Perspective

Johanna Kyrklund: Putin and the Fed remind us what risk looks like


Ski holidays are not relaxing at the best of times, especially with children. There is the fretting about injuries – I am thankful when we finish each day unscathed. There is the infuriation of getting children into their clothes and ski boots each day. That’s not even to mention the pain of Heathrow passport control.

On top of these usual holiday stresses, last week as we hit the slopes in Italy there was also the cloud of geopolitical concerns hanging over my trip.

Risks abounded, both personally and professionally. Some of these risk scenarios you can mitigate; I always avoid black runs for instance. And in the professional sense you can do the same.

As ever with geopolitical risk, the stakes are incredibly high and we are faced with seemingly binary outcomes. These risks are unforecastable, clearly nobody can read the Russian president’s mind. But nevertheless, we are at a point where the probability of adverse outcomes is significant, even if we think de-escalation of the tensions is the most likely outcome.  

When confronted with these kinds of situations, our approach is to identify positions that could help to protect our portfolios if the worst happens. But which we like for other reasons as well.  

At the moment, commodities serve this purpose in our portfolios. We like this asset class as a hedge against ongoing inflationary concerns, but assets like oil and gold would also provide very helpful protection in the event of a Russian military invasion of Ukraine. 

With political risk, the outcomes are not as binary as they may seem. In the case of Ukraine, the likely scenarios are not simply whether or not Russia chooses to invade.  

In reality, President Putin is pursuing a range of strategies that are designed to increase Russian influence outside of its borders. Namely, the increased military presence in Belarus (which poses strategic security issues for the Baltic states), and stoking social divisions within Ukraine as well as undermining its political leadership.  

If a war is averted it would obviously be helpful to markets in the short term. However, the broader backdrop suggests the situation won't be resolved. Russia may still be a source of risk for months and years to come and one that we'll have to learn to live with.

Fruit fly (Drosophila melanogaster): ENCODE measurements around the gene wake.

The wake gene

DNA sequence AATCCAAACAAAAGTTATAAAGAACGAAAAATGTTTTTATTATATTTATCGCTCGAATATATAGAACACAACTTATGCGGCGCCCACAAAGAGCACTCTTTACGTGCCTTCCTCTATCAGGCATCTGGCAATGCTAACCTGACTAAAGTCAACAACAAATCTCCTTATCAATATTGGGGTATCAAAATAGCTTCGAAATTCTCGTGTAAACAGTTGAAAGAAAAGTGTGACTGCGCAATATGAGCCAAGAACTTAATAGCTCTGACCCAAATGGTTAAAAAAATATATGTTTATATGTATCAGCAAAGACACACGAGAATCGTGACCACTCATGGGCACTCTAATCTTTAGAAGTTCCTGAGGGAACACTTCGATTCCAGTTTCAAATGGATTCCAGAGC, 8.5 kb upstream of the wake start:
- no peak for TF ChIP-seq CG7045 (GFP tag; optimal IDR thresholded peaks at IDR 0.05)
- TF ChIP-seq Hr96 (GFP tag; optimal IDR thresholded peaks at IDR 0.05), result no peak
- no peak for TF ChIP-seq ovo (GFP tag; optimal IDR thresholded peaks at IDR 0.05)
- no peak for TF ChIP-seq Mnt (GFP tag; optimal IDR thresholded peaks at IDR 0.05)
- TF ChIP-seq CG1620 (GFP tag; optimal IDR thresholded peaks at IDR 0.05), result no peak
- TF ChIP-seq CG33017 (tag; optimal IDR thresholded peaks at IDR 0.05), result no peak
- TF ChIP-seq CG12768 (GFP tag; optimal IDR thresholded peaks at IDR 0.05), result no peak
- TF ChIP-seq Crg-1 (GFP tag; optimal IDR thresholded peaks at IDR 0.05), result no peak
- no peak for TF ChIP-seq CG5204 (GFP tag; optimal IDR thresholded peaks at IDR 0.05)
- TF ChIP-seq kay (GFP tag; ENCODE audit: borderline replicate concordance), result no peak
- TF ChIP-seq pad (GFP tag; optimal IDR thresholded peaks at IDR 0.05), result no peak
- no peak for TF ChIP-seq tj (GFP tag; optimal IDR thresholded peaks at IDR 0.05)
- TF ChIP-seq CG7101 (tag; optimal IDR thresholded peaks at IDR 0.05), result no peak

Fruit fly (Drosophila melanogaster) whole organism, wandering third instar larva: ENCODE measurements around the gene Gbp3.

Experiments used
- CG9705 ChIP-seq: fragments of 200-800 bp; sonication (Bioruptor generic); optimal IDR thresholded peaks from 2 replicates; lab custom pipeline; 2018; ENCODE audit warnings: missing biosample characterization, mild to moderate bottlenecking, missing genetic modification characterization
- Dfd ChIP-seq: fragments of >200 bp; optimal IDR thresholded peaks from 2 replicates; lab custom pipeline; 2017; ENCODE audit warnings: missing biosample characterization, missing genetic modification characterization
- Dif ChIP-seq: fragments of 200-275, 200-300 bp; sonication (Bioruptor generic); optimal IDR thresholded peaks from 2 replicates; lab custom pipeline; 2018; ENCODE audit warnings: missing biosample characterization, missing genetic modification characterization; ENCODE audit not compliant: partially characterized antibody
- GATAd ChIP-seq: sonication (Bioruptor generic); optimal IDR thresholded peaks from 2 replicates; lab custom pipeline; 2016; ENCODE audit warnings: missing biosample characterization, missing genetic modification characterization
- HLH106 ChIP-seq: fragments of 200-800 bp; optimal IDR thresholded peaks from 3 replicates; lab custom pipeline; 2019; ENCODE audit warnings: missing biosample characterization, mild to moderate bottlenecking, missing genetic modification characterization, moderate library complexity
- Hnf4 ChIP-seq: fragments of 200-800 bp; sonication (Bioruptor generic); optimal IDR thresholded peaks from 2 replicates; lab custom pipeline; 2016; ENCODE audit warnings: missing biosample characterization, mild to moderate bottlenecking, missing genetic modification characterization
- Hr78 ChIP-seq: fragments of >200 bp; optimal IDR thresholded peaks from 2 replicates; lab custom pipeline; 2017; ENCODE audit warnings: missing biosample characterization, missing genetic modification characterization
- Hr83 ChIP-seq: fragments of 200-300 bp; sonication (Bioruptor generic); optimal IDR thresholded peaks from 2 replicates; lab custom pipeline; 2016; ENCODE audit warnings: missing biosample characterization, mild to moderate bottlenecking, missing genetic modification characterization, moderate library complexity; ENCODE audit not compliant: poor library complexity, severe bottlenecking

Looking more broadly at the markets today, I am once again reminded of the English proverb “a bird in the hand is worth two in the bush” (there is also a German version of this which loosely translates as “a sparrow in the hand is better than the pigeon on the roof”). 

In investment terms, this equates to being prudent in your choices and not taking undue risk.  Of course this concept was undermined over the last decade, with yields pinned at zero by the actions of central banks. The bird in the hand was worthless and investors were forced to take risk in search of returns.

So, does the start of rate hikes and the recent fall in the proportion of negatively yielding bonds change this assessment?

In short: yes. The foundations of a bull market based on easy money are shifting and equities are starting to face a valuation challenge. Similarly, with volatility picking up in corporate bond markets, investors will need to be compensated with higher spreads (that is, corporate bond yields need to rise more than government bond yields).  

Accordingly, we have reduced the risk in our portfolios. Importantly, however, we see the risk of recession in 2022 as very low. As a result we are still emphasising a diversified stance, rather than sitting in cash, with a focus on the less expensive areas of the equity markets where valuation concerns are lower.

So all in all, the cycle is maturing, valuations are expensive and the correlations between different asset classes are changing. At such times investors need to stay invested but diversified. Avoid the black runs and, in the words of TLC, “don’t go chasing waterfalls”.    

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